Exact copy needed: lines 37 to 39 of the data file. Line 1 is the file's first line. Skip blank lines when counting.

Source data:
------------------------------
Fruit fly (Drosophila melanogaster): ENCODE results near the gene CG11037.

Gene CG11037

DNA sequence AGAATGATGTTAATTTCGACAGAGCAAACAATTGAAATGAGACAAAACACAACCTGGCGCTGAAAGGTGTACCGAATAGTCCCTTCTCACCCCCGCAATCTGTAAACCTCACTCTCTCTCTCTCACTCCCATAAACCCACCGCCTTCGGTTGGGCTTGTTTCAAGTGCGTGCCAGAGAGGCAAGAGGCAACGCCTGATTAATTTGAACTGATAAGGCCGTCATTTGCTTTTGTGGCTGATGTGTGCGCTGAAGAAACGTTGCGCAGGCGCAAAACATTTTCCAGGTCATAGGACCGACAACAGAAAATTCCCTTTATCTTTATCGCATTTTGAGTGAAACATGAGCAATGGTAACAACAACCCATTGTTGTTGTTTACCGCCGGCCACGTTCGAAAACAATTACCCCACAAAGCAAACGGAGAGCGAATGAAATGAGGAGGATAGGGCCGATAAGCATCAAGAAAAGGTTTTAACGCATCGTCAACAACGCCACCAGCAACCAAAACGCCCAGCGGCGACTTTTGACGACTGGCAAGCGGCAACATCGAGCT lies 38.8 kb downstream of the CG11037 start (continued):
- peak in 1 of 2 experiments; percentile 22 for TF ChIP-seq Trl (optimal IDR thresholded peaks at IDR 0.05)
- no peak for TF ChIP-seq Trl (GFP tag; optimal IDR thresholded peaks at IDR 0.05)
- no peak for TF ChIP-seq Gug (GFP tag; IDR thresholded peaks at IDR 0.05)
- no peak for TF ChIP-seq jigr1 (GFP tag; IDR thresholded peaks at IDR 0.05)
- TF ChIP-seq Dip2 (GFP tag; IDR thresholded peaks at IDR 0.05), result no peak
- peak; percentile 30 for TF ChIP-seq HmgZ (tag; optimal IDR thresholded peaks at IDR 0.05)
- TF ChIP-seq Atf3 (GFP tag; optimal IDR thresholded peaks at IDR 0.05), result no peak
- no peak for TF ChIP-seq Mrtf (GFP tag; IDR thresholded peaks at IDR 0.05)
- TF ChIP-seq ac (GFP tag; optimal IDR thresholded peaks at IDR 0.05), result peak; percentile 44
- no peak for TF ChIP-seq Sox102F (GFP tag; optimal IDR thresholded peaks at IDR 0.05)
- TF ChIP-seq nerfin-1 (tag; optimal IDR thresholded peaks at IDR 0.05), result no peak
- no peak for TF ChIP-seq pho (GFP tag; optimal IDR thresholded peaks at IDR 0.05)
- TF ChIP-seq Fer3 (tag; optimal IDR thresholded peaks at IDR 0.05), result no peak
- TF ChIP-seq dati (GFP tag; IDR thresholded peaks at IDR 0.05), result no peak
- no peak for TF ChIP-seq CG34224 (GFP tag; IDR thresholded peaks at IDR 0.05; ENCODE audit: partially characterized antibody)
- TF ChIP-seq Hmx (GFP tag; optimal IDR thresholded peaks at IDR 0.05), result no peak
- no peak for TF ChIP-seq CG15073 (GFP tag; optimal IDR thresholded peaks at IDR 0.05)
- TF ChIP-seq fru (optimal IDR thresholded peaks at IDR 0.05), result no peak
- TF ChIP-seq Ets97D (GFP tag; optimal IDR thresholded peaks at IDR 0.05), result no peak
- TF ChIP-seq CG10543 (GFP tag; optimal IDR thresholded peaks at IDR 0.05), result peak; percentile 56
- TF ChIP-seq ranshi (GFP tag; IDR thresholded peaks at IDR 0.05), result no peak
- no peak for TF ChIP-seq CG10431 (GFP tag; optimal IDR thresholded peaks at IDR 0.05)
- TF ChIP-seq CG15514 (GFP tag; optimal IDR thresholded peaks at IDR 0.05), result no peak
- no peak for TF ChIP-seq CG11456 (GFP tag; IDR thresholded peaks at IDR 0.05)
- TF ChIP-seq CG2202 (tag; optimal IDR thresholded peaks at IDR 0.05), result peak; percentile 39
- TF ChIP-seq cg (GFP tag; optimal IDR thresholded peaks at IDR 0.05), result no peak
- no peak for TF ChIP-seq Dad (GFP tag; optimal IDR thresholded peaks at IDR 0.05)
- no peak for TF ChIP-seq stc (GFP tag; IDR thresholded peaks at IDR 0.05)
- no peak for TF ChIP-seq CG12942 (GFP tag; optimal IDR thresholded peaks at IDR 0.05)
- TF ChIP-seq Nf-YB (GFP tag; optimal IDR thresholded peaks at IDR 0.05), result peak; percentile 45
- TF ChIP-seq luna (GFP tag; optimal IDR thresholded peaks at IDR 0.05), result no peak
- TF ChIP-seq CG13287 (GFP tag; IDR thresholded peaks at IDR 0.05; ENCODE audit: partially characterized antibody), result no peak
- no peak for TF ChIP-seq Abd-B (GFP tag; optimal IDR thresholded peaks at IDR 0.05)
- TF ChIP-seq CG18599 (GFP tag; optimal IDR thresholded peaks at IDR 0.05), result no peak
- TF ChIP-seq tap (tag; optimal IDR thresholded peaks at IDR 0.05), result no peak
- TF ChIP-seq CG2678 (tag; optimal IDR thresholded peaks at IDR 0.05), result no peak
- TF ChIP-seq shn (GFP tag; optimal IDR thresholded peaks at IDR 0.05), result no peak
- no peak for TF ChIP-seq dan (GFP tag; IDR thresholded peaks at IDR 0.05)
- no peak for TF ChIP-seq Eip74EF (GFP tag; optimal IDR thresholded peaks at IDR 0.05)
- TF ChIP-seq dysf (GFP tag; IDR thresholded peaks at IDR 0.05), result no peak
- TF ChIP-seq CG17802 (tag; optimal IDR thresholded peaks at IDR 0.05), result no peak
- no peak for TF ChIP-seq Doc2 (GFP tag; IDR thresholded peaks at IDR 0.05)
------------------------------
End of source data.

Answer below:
- TF ChIP-seq CG18599 (GFP tag; optimal IDR thresholded peaks at IDR 0.05), result no peak
- TF ChIP-seq tap (tag; optimal IDR thresholded peaks at IDR 0.05), result no peak
- TF ChIP-seq CG2678 (tag; optimal IDR thresholded peaks at IDR 0.05), result no peak